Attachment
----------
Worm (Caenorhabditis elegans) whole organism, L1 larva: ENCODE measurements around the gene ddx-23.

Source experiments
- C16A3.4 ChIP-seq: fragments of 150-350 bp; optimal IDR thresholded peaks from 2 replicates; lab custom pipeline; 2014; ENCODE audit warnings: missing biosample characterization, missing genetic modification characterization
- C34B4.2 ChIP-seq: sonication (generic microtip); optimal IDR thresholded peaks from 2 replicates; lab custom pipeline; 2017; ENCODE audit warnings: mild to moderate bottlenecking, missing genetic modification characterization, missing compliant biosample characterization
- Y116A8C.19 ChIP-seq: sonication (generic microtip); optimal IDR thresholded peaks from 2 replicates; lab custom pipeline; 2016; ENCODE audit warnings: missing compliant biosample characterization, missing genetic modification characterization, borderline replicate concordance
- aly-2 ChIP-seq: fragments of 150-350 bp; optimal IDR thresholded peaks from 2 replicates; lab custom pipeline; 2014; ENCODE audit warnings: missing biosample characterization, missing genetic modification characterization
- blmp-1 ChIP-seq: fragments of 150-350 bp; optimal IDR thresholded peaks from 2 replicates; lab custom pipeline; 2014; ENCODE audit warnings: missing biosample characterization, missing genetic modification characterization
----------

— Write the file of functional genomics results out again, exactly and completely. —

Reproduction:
Worm (Caenorhabditis elegans) whole organism, L1 larva: ENCODE measurements around the gene ddx-23.

Source experiments
- C16A3.4 ChIP-seq: fragments of 150-350 bp; optimal IDR thresholded peaks from 2 replicates; lab custom pipeline; 2014; ENCODE audit warnings: missing biosample characterization, missing genetic modification characterization
- C34B4.2 ChIP-seq: sonication (generic microtip); optimal IDR thresholded peaks from 2 replicates; lab custom pipeline; 2017; ENCODE audit warnings: mild to moderate bottlenecking, missing genetic modification characterization, missing compliant biosample characterization
- Y116A8C.19 ChIP-seq: sonication (generic microtip); optimal IDR thresholded peaks from 2 replicates; lab custom pipeline; 2016; ENCODE audit warnings: missing compliant biosample characterization, missing genetic modification characterization, borderline replicate concordance
- aly-2 ChIP-seq: fragments of 150-350 bp; optimal IDR thresholded peaks from 2 replicates; lab custom pipeline; 2014; ENCODE audit warnings: missing biosample characterization, missing genetic modification characterization
- blmp-1 ChIP-seq: fragments of 150-350 bp; optimal IDR thresholded peaks from 2 replicates; lab custom pipeline; 2014; ENCODE audit warnings: missing biosample characterization, missing genetic modification characterization